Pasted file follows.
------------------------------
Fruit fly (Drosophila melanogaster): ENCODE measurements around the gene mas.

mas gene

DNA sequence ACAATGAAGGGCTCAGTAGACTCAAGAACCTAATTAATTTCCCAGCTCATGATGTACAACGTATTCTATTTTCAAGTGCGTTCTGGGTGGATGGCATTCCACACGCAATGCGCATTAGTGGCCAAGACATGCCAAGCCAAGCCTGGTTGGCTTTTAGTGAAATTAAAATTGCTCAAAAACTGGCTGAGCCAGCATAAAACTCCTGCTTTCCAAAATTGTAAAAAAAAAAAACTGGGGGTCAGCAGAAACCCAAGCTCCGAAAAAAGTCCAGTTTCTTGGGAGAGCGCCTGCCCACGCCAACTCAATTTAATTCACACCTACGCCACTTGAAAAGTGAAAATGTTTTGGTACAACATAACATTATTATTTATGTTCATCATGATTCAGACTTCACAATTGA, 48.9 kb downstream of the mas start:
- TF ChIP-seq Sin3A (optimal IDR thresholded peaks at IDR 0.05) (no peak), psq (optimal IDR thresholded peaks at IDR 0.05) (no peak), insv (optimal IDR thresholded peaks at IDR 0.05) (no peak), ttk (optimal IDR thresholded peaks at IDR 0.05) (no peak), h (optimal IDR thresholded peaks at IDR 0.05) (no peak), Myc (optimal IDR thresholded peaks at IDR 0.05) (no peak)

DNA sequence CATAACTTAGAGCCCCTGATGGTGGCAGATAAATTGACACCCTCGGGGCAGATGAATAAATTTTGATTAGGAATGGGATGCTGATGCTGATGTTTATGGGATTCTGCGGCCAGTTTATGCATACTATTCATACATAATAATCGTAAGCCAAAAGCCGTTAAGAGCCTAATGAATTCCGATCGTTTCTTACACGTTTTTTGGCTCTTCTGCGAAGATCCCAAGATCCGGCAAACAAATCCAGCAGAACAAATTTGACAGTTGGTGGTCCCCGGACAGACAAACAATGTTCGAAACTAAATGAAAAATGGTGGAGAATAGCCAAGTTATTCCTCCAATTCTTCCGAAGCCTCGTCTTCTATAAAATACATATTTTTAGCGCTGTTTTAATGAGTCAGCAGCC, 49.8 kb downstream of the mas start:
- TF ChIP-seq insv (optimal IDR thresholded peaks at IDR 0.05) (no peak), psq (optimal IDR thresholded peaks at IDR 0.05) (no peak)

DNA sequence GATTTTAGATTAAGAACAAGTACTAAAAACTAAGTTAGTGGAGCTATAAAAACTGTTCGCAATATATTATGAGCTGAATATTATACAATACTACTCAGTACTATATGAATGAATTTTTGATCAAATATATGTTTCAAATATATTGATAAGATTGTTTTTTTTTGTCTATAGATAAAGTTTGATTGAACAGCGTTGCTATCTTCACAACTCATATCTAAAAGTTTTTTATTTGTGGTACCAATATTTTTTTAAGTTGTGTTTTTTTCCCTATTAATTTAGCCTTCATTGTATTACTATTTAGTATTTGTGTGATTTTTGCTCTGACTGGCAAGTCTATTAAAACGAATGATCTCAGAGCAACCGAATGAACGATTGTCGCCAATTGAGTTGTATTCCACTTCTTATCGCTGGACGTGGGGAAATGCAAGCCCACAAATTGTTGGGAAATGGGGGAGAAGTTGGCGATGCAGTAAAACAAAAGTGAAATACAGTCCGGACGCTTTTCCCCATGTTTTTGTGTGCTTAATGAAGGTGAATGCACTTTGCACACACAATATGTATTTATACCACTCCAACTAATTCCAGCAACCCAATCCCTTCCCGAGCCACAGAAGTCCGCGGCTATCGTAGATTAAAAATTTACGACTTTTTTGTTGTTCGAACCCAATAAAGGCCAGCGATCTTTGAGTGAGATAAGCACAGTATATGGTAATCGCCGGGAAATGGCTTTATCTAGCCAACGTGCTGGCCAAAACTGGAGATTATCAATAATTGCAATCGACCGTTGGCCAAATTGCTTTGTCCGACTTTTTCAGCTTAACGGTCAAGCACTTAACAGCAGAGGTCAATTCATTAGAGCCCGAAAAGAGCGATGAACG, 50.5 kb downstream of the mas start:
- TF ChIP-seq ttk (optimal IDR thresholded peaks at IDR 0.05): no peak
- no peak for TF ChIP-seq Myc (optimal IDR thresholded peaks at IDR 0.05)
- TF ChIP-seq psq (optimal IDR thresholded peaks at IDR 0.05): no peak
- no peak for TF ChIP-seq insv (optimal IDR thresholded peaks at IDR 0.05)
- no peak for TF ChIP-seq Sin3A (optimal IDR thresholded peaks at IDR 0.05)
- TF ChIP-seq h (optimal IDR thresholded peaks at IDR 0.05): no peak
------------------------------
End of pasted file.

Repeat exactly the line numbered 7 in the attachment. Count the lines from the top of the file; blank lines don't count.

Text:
DNA sequence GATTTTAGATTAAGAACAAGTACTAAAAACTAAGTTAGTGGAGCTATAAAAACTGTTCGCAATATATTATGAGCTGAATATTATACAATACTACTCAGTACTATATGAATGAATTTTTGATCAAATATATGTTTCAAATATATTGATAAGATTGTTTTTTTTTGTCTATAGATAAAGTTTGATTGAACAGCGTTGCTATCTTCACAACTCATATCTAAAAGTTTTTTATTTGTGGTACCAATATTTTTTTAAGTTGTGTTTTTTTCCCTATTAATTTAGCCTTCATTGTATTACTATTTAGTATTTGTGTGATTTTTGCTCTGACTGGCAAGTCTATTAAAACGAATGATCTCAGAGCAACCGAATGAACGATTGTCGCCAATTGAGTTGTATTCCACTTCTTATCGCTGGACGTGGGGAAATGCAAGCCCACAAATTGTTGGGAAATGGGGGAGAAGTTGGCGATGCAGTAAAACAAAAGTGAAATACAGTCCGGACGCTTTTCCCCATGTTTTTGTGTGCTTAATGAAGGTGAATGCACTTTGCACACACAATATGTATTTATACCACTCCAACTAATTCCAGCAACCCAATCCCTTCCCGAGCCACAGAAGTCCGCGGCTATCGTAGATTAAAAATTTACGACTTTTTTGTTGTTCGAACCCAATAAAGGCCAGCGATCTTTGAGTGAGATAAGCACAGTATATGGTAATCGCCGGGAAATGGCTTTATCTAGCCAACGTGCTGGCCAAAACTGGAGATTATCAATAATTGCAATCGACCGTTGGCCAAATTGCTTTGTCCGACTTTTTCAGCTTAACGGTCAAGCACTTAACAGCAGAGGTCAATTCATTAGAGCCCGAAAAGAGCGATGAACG, 50.5 kb downstream of the mas start: